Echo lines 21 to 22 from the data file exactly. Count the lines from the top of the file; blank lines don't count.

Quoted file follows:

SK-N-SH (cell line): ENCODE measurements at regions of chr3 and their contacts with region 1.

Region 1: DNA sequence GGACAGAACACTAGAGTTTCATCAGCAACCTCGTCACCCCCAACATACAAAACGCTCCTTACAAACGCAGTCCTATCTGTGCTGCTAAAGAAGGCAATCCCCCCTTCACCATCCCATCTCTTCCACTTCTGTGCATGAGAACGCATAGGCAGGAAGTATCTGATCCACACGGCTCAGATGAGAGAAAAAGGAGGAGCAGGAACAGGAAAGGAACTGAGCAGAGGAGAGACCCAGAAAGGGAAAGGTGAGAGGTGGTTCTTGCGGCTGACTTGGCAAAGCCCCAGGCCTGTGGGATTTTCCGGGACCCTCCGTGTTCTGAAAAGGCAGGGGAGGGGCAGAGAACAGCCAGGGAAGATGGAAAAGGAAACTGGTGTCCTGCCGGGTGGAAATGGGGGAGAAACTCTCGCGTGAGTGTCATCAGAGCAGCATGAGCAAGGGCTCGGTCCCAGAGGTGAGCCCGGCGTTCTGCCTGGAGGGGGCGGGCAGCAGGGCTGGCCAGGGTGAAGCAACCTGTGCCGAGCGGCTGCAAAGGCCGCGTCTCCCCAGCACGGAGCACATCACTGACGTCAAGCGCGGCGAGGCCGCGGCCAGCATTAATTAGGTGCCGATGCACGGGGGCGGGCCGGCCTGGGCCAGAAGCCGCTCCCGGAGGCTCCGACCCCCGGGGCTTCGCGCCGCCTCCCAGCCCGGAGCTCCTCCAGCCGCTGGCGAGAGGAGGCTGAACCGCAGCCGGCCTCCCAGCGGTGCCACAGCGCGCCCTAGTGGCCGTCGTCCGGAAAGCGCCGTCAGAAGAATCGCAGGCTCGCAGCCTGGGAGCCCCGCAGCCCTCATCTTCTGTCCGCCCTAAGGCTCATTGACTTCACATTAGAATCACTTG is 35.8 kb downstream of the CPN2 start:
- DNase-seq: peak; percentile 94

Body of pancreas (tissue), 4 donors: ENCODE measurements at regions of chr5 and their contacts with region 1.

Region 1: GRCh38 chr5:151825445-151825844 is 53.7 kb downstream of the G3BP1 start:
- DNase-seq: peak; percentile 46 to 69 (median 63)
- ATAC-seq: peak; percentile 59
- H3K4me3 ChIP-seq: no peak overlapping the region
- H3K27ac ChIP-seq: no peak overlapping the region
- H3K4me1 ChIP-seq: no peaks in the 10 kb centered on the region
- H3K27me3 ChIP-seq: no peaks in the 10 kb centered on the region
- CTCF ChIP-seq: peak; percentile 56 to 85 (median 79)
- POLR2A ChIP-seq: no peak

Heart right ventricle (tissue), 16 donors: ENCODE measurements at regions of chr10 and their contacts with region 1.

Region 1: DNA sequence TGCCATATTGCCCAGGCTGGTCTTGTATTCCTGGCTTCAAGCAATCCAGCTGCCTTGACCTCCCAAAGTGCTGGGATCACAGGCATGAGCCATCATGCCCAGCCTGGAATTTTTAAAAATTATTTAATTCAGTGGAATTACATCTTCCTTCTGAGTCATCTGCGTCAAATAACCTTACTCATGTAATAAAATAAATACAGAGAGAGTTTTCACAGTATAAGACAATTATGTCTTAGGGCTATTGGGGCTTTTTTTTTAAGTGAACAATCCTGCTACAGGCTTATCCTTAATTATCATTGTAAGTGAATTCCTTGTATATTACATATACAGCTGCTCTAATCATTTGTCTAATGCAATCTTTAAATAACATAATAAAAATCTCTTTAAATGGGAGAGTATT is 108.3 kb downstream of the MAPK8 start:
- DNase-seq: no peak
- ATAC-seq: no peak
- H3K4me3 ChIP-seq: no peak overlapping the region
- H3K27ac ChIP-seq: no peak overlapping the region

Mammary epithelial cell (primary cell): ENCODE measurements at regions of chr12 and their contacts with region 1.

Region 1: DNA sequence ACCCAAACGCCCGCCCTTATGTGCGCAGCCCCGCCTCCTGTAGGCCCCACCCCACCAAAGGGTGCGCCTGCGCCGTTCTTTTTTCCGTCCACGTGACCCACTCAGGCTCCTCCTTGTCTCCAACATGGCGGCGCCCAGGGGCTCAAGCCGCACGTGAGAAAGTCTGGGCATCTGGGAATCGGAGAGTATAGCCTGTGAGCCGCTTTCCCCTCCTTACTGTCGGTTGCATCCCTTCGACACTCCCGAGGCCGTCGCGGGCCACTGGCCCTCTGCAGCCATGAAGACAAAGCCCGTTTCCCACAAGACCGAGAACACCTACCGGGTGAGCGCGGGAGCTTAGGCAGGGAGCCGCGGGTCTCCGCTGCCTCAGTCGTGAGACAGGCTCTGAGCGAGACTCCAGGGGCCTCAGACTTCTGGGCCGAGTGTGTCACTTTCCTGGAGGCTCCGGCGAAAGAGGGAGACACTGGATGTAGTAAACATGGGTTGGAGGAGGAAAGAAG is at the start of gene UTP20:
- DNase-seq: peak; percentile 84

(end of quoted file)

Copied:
Region 1: DNA sequence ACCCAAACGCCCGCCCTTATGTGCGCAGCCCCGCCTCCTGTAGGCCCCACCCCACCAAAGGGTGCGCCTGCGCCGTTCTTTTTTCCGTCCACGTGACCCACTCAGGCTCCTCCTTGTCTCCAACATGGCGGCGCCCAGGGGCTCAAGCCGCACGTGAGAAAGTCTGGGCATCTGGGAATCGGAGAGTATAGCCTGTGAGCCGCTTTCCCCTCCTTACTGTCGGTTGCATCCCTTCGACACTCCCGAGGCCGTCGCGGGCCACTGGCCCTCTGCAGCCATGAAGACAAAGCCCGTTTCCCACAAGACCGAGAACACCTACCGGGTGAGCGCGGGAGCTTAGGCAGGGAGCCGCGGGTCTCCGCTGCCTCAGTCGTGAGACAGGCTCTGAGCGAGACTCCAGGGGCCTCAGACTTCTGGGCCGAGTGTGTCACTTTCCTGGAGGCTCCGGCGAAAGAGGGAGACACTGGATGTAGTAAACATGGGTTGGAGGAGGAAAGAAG is at the start of gene UTP20:
- DNase-seq: peak; percentile 84